the failure of this congress to even bother asking questions, and instead to concentrate on ways that they can assist to suddenly turn violations of law into the law of the land, and then tell us that no laws have been committed, should have the rest of us asking if these members of congress should be allowed to keep their positions as well. complicity in crime is a crime itself.

this country, because of this administration, has lost its moral focus. it is up to the rest of us to regain it. with this congress, the only way they will ever do anything is if they become convinced that they will personally lose their own positions of influence and power. the time has come where we need to take a stand and let the administration and do nothing congress know that they will be held accountable, if not via constitutional procedure, then via the ballot. it's the only way there will ever be any real meaningful action from this collection of losers.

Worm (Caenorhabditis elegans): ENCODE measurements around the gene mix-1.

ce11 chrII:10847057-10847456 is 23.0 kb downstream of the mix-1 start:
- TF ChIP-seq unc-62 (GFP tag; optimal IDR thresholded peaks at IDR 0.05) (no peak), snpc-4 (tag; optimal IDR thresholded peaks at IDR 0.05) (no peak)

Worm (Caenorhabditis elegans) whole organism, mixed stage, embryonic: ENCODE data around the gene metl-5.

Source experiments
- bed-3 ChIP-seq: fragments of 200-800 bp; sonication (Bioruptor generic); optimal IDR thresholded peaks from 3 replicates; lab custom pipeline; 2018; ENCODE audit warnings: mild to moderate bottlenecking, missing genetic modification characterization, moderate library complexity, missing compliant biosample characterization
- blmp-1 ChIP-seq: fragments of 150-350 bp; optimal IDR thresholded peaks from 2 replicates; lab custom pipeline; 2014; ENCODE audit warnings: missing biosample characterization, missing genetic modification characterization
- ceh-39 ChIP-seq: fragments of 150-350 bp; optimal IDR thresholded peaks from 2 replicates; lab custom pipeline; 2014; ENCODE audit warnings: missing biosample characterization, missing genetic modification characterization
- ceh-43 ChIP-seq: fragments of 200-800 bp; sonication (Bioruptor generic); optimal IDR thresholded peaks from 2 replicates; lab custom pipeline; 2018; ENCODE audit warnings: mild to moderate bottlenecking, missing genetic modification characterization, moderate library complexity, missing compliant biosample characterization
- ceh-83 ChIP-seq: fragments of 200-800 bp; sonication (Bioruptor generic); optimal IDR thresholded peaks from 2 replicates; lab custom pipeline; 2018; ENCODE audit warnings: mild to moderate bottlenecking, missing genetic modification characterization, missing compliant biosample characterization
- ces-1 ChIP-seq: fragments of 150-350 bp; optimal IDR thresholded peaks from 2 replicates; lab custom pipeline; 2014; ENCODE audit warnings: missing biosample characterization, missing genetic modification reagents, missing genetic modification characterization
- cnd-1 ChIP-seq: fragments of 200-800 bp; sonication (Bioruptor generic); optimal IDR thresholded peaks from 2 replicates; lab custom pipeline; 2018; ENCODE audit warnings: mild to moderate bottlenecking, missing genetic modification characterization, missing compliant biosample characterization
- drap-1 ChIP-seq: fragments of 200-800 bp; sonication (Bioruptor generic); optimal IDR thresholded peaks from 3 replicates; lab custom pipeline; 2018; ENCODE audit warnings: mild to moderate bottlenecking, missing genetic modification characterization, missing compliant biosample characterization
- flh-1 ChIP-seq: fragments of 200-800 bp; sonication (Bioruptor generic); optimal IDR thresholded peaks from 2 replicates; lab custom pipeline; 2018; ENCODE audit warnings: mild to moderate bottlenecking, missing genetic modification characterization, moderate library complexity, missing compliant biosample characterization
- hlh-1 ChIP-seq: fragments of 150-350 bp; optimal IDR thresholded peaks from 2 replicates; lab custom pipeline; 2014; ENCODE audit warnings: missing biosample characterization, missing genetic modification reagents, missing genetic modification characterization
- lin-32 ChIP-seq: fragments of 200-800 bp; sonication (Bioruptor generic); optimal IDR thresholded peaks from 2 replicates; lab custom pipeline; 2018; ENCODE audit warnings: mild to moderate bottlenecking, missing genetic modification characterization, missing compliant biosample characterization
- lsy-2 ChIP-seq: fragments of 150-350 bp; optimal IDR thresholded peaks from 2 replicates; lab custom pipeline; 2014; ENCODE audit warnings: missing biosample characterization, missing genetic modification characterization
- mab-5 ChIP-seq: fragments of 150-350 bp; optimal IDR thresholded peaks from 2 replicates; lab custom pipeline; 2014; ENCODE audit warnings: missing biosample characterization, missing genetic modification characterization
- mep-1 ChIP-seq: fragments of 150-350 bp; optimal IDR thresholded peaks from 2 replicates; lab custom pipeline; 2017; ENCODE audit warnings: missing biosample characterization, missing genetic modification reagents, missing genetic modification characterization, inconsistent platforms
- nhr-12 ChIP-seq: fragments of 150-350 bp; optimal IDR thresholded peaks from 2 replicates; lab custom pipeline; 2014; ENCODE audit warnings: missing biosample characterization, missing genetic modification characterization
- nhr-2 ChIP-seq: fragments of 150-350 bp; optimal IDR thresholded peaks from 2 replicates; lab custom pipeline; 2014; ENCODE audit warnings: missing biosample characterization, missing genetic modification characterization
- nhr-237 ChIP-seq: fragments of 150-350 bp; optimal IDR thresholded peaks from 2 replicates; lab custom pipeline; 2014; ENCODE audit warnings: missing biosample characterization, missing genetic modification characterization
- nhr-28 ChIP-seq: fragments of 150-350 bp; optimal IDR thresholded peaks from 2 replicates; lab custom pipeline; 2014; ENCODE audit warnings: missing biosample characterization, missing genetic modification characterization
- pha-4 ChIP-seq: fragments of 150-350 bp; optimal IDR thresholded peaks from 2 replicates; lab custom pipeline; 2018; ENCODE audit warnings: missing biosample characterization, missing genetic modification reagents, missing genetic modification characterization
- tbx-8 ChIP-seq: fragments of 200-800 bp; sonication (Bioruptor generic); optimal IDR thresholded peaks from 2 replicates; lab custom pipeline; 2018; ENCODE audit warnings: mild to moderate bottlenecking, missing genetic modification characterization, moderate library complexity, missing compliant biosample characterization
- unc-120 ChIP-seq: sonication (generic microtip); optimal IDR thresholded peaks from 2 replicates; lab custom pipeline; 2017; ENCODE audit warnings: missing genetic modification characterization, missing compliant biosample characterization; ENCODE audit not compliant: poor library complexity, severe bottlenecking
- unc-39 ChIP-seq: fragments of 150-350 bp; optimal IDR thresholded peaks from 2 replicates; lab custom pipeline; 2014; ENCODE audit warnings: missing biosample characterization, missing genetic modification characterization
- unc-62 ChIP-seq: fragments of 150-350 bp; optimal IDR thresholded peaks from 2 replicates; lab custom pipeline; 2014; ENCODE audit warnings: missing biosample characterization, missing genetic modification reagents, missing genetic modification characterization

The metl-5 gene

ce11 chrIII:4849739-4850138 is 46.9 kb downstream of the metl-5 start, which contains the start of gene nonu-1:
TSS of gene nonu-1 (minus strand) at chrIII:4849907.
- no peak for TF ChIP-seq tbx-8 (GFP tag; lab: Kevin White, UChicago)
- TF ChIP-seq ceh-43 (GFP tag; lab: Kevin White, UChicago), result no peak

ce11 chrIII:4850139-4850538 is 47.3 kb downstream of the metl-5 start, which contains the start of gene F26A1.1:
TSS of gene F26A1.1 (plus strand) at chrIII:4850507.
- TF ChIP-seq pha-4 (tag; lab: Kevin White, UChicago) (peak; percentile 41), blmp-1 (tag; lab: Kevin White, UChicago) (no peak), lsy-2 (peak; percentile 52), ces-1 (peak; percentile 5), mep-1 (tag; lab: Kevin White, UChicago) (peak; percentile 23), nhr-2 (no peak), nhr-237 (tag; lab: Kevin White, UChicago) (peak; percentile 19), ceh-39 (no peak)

When Balkin says "increasingly", you should read, "consistent with the practice of the Clinton administration and previous administrations".

The "essential checks" Balkin would require have never been part of the law.

Interesting context, from then-D.A.G Jamie Gorelick's testimony to Congress on warrantless physical searches, back in 1994:

In considering legislation of this type, however, it is important to understand that the rules and methodology for criminal searches are inconsistent with the collection of foreign intelligence and would unduly frustrate the President in carrying out his foreign intelligence responsibilities.

Rule 41 of the Rules of Criminal Procedure requires a judicial warrant to search and seize (1) property that constitutes evidence of a crime; (2) contraband, that is the fruits of a crime or things otherwise illegally possessed; or (3) property designed or intended for use as the means of committing a crime. Normally, the federal officer conducting the search is required to serve a copy of the warrant on the person whose property is being searched and to provide a written inventory of the property seized.